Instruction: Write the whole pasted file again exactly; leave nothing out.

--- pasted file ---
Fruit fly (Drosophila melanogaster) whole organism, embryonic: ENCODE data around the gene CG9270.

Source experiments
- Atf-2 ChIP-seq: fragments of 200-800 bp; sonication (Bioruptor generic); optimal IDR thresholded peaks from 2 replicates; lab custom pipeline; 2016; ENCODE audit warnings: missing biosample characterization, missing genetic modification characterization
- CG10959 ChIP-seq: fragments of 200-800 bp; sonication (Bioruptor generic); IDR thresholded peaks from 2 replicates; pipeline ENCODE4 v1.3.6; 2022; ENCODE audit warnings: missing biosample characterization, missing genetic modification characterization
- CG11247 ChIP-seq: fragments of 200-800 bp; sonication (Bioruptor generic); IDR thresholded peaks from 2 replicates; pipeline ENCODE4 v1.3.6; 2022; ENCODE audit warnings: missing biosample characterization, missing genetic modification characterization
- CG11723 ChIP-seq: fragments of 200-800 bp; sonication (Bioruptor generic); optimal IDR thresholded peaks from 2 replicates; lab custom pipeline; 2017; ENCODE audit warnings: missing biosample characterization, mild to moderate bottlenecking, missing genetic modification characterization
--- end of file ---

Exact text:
Fruit fly (Drosophila melanogaster) whole organism, embryonic: ENCODE data around the gene CG9270.

Source experiments
- Atf-2 ChIP-seq: fragments of 200-800 bp; sonication (Bioruptor generic); optimal IDR thresholded peaks from 2 replicates; lab custom pipeline; 2016; ENCODE audit warnings: missing biosample characterization, missing genetic modification characterization
- CG10959 ChIP-seq: fragments of 200-800 bp; sonication (Bioruptor generic); IDR thresholded peaks from 2 replicates; pipeline ENCODE4 v1.3.6; 2022; ENCODE audit warnings: missing biosample characterization, missing genetic modification characterization
- CG11247 ChIP-seq: fragments of 200-800 bp; sonication (Bioruptor generic); IDR thresholded peaks from 2 replicates; pipeline ENCODE4 v1.3.6; 2022; ENCODE audit warnings: missing biosample characterization, missing genetic modification characterization
- CG11723 ChIP-seq: fragments of 200-800 bp; sonication (Bioruptor generic); optimal IDR thresholded peaks from 2 replicates; lab custom pipeline; 2017; ENCODE audit warnings: missing biosample characterization, mild to moderate bottlenecking, missing genetic modification characterization